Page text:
Investment Terminology

The 3 Edges of the Sharpe Ratio

There are several ways to measure investment performance.  One such useful measure is the Sharpe ratio, created by Nobel laureate William Sharpe in 1966.  It is widely used because it combines annualized returns with risk into one single number. Why does it matter to combine returns with the risk levels in a single figure? Let me illustrate through a simple

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Annualized Return or CAGR

The Annualized Total Return, also called the Compounded Annual Growth Rate (CAGR), is a useful number to describe the performance of an investment.  Never confuse this with Annual Returns, which is a bunch of numbers that show the returns of an investment for each year during the investment time frame.  Contrary to this, the annualized return is a single number

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Annual Returns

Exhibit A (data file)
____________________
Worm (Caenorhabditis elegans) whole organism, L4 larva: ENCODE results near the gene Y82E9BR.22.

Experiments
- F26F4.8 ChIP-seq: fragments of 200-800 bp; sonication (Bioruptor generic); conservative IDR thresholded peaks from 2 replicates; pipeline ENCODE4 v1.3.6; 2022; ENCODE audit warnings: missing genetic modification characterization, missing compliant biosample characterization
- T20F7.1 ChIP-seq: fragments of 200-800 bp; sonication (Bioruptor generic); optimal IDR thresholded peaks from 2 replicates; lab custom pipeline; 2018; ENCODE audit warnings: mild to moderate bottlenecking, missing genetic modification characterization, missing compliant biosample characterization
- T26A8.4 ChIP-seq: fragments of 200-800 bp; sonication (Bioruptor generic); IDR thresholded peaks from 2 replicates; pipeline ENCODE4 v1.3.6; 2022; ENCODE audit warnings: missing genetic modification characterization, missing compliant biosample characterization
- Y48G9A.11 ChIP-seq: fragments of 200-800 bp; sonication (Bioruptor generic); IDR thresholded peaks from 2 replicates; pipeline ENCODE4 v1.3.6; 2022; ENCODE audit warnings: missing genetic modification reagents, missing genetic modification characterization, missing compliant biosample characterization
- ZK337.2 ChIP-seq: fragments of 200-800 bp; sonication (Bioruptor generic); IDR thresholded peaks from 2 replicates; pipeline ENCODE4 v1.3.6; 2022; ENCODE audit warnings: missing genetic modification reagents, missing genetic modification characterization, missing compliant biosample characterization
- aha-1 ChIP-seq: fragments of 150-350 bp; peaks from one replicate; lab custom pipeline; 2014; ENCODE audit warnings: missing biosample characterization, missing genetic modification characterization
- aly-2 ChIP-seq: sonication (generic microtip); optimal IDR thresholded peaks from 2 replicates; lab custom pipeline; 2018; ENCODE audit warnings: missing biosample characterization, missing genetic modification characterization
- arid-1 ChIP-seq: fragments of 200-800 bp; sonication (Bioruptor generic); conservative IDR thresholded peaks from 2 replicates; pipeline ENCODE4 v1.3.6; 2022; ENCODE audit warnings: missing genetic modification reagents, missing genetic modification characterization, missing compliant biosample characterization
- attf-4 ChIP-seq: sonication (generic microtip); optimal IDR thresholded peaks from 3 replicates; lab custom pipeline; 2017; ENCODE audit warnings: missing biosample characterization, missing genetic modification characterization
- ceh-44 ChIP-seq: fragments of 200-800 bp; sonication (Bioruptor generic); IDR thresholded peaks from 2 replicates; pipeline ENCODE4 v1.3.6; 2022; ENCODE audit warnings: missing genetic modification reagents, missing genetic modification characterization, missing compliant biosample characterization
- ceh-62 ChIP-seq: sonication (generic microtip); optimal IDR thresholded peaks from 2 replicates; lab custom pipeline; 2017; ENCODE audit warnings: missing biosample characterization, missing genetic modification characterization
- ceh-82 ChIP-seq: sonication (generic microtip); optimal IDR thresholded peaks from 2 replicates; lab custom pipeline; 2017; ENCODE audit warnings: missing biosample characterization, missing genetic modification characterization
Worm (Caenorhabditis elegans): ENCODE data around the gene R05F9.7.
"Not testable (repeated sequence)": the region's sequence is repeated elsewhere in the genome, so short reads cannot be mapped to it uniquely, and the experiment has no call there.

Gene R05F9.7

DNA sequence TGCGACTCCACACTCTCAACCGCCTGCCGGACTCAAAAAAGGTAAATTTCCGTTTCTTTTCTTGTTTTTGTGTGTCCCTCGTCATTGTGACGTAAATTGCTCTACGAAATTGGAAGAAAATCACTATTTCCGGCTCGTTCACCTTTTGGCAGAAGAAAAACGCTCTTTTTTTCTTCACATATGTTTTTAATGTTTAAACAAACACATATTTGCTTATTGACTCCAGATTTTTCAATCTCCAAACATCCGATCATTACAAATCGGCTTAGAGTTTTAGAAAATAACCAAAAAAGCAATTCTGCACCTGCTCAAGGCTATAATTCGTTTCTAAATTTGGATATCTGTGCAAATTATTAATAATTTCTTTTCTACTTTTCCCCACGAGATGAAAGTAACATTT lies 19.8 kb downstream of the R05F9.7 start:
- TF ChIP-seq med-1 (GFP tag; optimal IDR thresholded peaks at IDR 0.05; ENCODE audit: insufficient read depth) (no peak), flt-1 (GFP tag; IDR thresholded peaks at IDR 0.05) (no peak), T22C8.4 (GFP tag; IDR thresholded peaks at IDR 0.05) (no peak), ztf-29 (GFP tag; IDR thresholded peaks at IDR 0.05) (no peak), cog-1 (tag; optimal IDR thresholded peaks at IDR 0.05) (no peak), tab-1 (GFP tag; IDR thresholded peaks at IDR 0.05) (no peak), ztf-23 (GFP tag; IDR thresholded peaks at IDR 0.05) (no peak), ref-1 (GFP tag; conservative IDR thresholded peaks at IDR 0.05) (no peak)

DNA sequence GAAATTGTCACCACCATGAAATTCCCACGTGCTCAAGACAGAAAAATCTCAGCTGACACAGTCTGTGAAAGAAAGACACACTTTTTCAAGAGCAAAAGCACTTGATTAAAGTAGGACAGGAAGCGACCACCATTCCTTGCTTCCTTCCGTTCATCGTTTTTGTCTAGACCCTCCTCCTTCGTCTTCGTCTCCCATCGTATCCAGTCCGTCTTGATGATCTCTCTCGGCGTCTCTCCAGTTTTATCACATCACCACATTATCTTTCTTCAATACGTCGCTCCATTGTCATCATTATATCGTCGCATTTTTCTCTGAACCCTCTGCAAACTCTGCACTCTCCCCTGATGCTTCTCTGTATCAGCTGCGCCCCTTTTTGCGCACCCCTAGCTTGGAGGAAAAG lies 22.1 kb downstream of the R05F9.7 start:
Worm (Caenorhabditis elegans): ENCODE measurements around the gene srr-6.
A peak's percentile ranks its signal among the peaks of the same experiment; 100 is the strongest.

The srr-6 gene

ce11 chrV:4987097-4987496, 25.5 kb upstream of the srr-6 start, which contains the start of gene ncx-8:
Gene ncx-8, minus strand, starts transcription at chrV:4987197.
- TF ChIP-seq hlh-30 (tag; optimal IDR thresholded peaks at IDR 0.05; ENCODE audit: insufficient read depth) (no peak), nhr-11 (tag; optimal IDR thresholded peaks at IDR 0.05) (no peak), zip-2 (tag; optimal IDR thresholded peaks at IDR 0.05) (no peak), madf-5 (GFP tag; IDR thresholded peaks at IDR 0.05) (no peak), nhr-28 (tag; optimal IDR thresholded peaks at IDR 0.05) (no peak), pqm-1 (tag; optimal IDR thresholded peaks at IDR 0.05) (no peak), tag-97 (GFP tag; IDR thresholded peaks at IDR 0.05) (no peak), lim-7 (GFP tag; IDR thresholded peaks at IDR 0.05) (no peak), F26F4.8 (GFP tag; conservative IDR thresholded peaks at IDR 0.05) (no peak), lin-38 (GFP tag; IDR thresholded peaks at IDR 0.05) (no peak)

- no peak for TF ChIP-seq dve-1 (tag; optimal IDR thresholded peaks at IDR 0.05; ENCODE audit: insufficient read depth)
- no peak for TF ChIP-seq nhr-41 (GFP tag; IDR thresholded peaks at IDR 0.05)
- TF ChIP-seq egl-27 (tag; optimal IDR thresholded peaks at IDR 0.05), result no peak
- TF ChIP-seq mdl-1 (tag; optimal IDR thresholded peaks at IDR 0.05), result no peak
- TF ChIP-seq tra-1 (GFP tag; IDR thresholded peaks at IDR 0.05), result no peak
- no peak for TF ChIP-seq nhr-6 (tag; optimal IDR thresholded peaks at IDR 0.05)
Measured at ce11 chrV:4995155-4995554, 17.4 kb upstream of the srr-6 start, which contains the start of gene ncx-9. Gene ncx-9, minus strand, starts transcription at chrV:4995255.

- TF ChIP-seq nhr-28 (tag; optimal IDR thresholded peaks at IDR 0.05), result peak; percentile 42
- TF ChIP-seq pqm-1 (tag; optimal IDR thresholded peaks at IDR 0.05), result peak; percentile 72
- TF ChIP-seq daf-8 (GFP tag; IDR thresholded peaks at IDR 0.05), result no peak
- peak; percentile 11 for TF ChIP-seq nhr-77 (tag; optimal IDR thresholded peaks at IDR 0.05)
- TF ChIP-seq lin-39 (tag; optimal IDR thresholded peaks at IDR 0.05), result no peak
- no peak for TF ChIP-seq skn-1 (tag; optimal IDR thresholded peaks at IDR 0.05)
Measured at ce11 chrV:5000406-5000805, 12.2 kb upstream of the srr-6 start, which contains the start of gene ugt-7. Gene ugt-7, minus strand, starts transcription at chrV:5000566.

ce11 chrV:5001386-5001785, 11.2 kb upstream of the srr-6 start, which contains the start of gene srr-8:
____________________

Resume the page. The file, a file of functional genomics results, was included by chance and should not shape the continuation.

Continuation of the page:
Annual returns can be a useful performance measure, but it’s often overemphasized by the investment sales literature.  It’s also sometimes used interchangeably with annualized returns, creating confusion because these are two very different performance measures.  Please see my post on Annualized Returns or CAGR for details on how annualized returns (sometimes referred as CAGR) are calculated. Annual returns generally refer

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Investment Volatility and Beta

The term investment volatility is generally used to refer to how much the price of an asset varies between periods.  The typical period is normally a day, but it can also be weeks (weekly volatility) or months (monthly volatility). There are several ways to measure volatility.  One such way in the case of a stock is to refer to its

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Maximum Drawdown – MDD

Maximum Drawdown (MDD) is a very important measure of investment risk.  It measures the largest percentage drop in the value of a portfolio from a peak to a subsequent bottom before that portfolio value makes a subsequent new high.  Each peak to bottom drop is called a drawdown, and the MDD is the largest drawdown of them all. For example,

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Economic Cycle

In investment-speak, we typically refer to the economic cycle as the time frame that includes a period of expansion followed by a recession.

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